Managing Tinnitus

Have you ever come out of a loud concert or disco with ringing in your ears? If so, you know what it is like to experience tinnitus and you are in good company! Chris Martin, Sting, William Shatner and Pete Townsend are all said to experience tinnitus related to their noise induced hearing loss (NIHL). Many people who are only exposed to loud noise occasionally find that the ringing stops after a day or so.  For others the buzzing, whistling or ringing may become part of every day life. It’s then difficult to decide which is worse, the hearing loss or the ringing.

People with normal hearing are also liable to experience tinnitus but generally find it easier to filter the sound out.

Nikki Stephens is a qualified provider of Hearing Therapy working with people who have hearing loss, balance, and tinnitus. “Tinnitus can be annoying and some people find it really debilitating living with it day to day and it can even affect their sleep patterns” Nikki said. “I have worked with patients with tinnitus for more than 20 years and am confident I can help almost anyone reduce the awareness and change their perception of the noises they hear in their head.”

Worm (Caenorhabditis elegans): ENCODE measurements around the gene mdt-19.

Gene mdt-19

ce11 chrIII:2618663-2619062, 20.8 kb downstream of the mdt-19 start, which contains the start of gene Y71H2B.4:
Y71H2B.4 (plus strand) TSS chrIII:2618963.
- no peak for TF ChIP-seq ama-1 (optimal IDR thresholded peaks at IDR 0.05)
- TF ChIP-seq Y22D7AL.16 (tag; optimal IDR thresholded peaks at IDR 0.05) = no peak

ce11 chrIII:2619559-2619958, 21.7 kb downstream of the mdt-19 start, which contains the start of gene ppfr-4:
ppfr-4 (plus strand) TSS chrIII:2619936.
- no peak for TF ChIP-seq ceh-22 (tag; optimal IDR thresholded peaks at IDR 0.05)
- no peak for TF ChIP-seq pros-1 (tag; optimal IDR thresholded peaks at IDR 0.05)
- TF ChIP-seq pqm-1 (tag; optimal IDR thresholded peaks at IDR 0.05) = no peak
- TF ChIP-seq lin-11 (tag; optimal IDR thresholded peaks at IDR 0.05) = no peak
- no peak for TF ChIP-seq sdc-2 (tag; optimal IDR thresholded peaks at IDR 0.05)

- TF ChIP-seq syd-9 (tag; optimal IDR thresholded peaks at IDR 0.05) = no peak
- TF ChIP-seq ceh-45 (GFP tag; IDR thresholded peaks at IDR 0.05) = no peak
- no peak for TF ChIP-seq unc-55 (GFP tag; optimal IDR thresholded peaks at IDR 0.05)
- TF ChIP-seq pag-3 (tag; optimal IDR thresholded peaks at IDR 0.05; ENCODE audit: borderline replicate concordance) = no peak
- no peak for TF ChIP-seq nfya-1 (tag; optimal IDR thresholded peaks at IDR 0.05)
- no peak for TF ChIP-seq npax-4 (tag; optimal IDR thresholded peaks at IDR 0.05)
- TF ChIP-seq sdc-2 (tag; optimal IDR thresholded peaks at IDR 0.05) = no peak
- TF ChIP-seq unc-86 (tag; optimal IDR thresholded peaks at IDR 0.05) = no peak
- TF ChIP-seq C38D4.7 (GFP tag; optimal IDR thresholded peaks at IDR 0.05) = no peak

It is caused by a naturally occurring sound in our brain that can be misinterpreted as a danger signal. The cycle of stress which some people experience can be difficult to break.

Treatment options

Nikki uses a combination of Tinnitus Retraining Therapy (TRT), stress management techniques and breathing exercises to make significant improvement in the awareness of the tinnitus sounds. Understanding how the sounds are generated and perceived makes a big difference to many people. Some lifestyle changes can also help. Everyone is different so a full and detailed assessment is vital. It’s a good idea to visit a GP first to have an audiogram to check your hearing.

See our referrals page for details of how to refer a patient for therapy following a Tinnitus diagnosis, or contact Nikki for further information.